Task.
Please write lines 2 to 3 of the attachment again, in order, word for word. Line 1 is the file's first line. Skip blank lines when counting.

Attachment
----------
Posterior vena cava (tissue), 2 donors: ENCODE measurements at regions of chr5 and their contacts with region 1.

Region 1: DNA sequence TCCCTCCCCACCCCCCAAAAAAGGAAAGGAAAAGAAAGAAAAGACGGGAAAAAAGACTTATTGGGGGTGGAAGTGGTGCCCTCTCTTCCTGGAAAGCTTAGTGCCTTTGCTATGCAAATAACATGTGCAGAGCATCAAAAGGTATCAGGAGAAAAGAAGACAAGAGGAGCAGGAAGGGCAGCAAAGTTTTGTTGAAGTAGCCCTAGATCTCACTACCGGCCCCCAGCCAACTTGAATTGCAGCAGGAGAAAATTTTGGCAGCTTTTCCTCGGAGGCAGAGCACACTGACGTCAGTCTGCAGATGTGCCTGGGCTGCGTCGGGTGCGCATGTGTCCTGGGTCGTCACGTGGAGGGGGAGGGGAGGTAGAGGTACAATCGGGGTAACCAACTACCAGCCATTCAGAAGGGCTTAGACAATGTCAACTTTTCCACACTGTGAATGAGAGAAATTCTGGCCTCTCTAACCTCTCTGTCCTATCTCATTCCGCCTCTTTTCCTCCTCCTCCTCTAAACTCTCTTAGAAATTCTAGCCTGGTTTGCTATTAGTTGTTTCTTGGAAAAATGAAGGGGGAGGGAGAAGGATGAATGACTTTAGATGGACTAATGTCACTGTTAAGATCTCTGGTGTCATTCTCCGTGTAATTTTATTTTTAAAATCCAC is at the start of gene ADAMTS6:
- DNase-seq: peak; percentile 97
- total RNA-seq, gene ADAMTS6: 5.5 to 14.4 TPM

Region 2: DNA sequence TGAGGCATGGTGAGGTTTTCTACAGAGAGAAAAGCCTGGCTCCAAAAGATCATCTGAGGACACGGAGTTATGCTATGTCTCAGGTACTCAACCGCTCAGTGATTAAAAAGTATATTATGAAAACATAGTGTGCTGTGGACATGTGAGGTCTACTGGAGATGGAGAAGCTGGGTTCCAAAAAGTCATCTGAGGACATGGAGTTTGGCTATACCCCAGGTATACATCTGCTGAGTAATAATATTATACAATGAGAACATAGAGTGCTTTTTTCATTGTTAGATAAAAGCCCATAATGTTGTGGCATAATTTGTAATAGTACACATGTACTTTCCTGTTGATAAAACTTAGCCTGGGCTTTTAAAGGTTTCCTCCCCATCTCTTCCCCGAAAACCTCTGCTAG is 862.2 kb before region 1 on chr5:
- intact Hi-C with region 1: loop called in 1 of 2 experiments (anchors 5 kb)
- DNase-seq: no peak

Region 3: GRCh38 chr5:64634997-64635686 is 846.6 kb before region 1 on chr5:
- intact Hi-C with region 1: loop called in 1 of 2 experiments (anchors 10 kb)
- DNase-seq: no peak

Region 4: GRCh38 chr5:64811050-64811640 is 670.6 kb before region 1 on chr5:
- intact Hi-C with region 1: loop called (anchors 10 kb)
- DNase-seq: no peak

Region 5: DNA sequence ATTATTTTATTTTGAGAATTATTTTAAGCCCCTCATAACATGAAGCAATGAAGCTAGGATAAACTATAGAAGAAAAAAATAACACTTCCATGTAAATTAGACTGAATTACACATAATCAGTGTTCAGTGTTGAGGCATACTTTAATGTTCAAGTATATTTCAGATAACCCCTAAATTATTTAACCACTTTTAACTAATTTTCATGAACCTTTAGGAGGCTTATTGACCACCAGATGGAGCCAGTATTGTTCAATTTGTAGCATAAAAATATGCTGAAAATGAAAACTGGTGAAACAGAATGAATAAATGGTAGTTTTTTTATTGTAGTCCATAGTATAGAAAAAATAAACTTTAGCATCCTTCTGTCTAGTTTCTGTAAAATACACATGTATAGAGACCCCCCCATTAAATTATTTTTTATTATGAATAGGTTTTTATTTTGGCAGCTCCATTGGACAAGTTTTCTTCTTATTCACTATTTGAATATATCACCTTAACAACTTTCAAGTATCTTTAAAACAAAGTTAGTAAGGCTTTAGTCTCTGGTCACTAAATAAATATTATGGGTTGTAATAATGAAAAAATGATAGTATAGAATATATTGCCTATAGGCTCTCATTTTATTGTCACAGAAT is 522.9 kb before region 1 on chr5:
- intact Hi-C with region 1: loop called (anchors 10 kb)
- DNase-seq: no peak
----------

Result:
Region 1: DNA sequence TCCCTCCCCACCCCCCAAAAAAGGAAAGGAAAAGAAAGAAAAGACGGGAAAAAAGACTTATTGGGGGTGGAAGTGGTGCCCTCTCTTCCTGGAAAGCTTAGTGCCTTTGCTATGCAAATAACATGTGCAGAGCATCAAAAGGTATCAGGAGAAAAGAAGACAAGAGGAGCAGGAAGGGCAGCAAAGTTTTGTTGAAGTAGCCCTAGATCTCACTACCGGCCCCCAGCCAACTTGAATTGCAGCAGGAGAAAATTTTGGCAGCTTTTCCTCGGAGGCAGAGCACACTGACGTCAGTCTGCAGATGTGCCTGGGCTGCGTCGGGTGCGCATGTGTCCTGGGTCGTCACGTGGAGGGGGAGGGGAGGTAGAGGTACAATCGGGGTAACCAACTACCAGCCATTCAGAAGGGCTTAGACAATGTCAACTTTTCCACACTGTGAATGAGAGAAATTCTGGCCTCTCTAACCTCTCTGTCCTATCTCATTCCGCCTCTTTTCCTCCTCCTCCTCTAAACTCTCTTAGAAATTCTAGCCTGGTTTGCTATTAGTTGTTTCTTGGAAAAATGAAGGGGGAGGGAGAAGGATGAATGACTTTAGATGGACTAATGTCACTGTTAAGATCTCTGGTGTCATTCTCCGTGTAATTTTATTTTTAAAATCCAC is at the start of gene ADAMTS6:
- DNase-seq: peak; percentile 97